Morning Glory
Symphonic elements serve as the backdrop for a poetry reading here. This does a nice job of capturing the feeling of the studio version. If anything, I think I like this better than the studio version. Some powerful symphonic themes stream across the landscape like the rays of light that they represent before settling to calm.
Dawn (Prelude)
A short symphonic introduction, this literally is a prelude for the next cut.
Dawn Is a Feeling
The first real "song" of the album, this has a folk prog texture to it. The strings add a richness to the sound. The symphonic elements take place later in the track to draw it to its close.
The Morning (Prelude)
This is another short introductory symphonic piece.
Another Morning
Coming out of the introductory thing, there is a lot of classical music along with more folk prog built into this cut. It's bouncy and rather fun. The choruses bring some great peaks. The occasional female vocal brings something special here. It moves to pure symphonic sounds around the three minute mark. That takes it to the end.
Lunch Break (Prelude)

Energetic classical music really paints a picture of movement and busy scrambling around.

Peak Hour

An energetic rocker, this makes good use of the female vocals on this live treatment. It's a classy cut. An instrumental movement later foreshadows some later themes of the disc and has a real 1960s rock vibe. The organ lends an interesting retro texture.

Tuesday Afternoon (Forever Afternoon)

While it might be an obvious choice, this is one of the highlights of the original album. They put in a particularly effective and strong live performance of it here, making this a highlight of this second disc. It works through the shifts and changes in fine style and really just works so well. It ends with another symphonic bit.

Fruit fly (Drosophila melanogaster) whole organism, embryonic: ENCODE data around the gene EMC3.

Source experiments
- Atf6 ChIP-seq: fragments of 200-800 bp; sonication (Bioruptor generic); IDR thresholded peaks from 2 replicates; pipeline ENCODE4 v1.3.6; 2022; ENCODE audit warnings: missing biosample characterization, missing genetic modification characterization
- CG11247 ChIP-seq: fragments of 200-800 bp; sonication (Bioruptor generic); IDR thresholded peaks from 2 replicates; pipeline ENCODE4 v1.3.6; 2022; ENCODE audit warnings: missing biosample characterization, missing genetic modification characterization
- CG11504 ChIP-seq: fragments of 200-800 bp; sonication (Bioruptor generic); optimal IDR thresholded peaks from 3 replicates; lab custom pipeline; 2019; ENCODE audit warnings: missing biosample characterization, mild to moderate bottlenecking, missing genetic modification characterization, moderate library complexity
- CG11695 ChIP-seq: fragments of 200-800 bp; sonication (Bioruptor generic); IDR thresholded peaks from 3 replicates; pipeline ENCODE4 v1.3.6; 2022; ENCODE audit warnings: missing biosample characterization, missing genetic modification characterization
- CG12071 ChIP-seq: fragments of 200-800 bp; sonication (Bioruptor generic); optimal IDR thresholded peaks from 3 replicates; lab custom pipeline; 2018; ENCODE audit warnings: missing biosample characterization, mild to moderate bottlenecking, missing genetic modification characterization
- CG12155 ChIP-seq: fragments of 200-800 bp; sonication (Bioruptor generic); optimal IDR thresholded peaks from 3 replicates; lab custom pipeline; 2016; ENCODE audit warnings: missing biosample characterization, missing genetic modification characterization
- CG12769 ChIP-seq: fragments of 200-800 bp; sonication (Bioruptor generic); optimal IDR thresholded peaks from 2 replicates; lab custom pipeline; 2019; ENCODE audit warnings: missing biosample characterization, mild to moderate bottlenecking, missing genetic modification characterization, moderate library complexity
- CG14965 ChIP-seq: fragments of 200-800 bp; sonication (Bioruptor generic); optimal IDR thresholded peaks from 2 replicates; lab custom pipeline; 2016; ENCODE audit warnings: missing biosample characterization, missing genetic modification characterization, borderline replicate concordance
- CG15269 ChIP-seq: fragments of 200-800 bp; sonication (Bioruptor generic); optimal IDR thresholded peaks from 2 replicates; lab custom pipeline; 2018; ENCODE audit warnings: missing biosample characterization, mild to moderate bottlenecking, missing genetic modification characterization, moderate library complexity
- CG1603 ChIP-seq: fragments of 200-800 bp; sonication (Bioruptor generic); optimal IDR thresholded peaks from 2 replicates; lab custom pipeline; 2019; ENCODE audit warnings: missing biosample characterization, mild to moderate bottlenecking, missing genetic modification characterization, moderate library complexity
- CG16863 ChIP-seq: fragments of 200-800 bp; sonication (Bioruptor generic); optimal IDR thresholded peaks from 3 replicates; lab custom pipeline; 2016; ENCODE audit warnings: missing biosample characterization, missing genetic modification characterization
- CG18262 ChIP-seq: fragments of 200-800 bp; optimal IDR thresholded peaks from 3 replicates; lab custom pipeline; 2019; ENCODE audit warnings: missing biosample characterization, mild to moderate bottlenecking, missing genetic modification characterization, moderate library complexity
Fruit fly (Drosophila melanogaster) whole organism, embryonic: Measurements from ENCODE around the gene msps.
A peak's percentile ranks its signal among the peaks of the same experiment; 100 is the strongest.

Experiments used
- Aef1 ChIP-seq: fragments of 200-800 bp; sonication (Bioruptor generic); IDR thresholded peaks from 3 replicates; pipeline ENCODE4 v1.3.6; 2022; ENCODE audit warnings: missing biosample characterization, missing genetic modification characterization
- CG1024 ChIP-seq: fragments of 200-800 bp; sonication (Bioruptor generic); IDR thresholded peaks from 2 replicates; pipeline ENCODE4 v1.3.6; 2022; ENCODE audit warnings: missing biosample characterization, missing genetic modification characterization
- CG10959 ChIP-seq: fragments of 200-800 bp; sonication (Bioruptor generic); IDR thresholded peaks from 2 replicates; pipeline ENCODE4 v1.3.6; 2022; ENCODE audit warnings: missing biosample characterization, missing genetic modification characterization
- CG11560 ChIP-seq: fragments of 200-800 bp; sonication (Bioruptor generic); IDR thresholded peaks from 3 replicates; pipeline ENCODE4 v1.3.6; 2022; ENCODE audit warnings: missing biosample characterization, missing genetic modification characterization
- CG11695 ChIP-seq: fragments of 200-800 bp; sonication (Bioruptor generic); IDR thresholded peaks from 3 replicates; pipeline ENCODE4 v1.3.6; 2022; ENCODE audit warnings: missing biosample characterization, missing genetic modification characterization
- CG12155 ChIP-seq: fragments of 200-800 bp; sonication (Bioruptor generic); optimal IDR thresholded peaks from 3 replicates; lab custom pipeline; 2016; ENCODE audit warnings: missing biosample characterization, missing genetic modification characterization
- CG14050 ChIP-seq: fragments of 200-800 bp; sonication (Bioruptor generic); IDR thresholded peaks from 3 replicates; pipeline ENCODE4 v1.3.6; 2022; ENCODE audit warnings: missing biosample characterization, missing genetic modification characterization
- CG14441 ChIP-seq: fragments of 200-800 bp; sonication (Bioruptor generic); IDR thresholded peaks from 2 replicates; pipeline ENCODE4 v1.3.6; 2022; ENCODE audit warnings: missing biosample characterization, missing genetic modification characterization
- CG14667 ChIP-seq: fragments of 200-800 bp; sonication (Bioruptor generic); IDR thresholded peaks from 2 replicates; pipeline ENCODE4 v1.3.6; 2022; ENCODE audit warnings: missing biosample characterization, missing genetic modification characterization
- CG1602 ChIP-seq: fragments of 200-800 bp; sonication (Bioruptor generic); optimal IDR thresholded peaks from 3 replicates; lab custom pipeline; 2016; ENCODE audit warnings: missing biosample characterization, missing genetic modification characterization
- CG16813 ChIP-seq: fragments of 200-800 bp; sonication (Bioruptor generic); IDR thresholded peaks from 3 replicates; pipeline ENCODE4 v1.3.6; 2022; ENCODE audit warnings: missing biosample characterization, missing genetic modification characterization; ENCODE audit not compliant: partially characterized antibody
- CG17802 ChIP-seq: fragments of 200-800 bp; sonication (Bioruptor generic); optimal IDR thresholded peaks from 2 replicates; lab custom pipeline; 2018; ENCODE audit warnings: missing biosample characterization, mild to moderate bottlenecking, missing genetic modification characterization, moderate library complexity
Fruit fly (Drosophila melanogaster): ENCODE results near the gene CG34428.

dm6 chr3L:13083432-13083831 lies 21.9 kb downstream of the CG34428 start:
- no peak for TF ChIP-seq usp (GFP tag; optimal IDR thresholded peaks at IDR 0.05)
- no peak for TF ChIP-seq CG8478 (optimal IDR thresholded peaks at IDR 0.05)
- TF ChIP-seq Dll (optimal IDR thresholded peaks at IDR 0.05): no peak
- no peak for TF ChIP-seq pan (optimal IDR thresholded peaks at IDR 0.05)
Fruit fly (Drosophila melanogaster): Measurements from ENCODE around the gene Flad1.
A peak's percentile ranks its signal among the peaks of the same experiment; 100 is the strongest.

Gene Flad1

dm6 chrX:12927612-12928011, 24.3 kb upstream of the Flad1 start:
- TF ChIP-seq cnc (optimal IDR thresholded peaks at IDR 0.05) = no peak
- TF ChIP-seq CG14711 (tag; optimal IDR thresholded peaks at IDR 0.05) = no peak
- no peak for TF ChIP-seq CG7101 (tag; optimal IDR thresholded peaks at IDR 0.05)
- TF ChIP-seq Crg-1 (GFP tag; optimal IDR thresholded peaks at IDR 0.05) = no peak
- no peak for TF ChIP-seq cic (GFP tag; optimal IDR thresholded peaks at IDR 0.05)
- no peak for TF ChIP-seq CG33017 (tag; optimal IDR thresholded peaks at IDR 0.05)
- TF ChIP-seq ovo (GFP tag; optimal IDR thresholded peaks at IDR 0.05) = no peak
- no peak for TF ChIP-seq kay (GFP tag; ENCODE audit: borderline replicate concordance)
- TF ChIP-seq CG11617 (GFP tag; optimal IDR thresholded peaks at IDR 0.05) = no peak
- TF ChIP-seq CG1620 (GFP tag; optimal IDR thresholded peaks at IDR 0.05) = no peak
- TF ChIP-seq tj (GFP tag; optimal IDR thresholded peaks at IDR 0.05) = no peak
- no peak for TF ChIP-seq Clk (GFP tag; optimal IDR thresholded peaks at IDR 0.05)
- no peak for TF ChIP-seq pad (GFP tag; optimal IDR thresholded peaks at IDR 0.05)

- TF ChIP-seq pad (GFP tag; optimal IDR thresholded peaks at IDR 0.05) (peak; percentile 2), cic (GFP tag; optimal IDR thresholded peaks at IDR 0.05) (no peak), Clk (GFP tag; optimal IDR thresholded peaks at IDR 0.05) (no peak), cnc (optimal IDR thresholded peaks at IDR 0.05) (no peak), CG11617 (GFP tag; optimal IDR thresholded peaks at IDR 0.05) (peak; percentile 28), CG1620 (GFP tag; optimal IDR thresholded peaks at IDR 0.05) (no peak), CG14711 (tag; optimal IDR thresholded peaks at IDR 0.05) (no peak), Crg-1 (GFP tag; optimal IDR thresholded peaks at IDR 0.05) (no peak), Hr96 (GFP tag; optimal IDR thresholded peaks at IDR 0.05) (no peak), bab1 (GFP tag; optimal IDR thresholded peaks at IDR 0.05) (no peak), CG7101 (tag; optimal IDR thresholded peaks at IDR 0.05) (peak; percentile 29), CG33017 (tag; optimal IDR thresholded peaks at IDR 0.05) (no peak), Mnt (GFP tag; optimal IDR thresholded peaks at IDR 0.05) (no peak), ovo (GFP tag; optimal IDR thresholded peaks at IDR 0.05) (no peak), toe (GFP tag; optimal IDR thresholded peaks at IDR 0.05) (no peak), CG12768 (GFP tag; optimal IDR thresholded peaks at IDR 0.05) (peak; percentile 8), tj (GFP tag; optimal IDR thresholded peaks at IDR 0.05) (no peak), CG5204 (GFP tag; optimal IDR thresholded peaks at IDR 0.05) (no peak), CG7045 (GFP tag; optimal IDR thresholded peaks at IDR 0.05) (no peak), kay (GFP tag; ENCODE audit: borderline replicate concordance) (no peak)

Evening (Time To Get Away)

This is a less obvious choice, but is another of my favorites on the main album. The slow, measured progression on this just oozes cool. I would say that this kind of piece was probably a big influence on Alan Parsons. Some of the later parts are built more on folk rock and psychedelia. This live performance might actually surpass the studio rendition.

The Sun Set (Prelude)

Another symphonic piece, this makes for a nice interlude. It's only 40 seconds long.

The Sun Set
The percussive based arrangement on this is very much a psychedelic and folk styled piece.
Twilight (Prelude)

Another short interlude, this one is less than half a minute long.

Twilight Time

They rock things with style on this number. It's more in line with the psychedelic rock styles, but still decidedly prog rock based. Of course, when this was originally released, there was no such thing as progressive rock. In many ways, this album was part of the blueprint for progressive rock. It drops around the two and a half minute mark to symphonic elements to carry forward.

Late Lament

This poetry reading is done pretty faithfully from the album.

Nights in White Satin
As much as I love the studio version of this song, I think this new live telling might be better. It feels more vital. The audience really goes nuts at the end of this one, creating a bit of a delay before the closing piece to the album.
The Night (Finale)
Symphonic sounds built on themes we heard at the start of "Nights in White Satin" create the closer to the album experience.
Encore

   

Question

This classic Moodies number is delivered in style here. It has always been a fine example of both the mellower and more rocking sounds of the group, and the balance between them. That point is driven home on this version.

Ride My See-Saw
Another Moody Blues rocker gets a killer live performance here. The female vocals brings something extra to it, as does the orchestra. This makes a great final encore because it really works well.